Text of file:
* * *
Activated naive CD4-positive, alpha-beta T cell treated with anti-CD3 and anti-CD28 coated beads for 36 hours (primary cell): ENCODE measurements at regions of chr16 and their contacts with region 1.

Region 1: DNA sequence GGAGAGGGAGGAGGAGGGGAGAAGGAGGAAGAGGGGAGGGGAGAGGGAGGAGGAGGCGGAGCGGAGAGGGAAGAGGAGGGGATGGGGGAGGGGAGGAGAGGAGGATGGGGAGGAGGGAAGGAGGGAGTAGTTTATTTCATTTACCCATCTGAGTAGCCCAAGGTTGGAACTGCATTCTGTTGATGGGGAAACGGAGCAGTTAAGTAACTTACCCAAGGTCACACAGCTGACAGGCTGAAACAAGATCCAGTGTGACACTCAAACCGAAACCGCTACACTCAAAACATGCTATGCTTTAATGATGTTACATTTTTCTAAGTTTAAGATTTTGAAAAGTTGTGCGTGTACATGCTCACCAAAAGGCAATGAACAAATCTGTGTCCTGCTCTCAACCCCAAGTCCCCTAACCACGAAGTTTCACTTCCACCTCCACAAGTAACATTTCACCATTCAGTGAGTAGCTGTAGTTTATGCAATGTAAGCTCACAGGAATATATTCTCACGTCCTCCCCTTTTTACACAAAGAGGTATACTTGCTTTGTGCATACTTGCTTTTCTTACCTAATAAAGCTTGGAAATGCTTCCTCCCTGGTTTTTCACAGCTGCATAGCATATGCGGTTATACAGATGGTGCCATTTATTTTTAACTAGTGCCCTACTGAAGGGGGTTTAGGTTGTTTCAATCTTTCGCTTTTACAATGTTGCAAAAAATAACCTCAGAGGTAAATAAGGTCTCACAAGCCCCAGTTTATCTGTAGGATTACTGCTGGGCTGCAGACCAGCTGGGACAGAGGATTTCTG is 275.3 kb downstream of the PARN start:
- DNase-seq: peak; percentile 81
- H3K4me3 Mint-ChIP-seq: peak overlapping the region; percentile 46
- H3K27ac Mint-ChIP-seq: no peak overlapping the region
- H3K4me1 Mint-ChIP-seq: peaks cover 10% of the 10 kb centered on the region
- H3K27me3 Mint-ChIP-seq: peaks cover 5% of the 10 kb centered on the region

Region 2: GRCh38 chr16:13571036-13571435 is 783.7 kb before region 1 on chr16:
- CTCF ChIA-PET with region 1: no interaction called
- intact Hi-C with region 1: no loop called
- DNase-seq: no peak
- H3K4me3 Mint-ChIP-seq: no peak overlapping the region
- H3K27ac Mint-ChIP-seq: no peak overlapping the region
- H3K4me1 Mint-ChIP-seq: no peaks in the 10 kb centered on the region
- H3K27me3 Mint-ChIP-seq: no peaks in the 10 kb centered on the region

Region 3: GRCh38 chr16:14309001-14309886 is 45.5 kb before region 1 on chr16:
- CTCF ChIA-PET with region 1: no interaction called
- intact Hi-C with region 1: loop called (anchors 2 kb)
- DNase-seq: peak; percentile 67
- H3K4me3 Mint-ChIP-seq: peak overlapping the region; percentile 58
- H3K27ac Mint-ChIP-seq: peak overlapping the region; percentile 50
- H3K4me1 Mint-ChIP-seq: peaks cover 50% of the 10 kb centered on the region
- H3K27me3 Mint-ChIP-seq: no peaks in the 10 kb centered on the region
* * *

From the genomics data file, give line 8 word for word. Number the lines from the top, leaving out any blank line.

Region 2: GRCh38 chr16:13571036-13571435 is 783.7 kb before region 1 on chr16: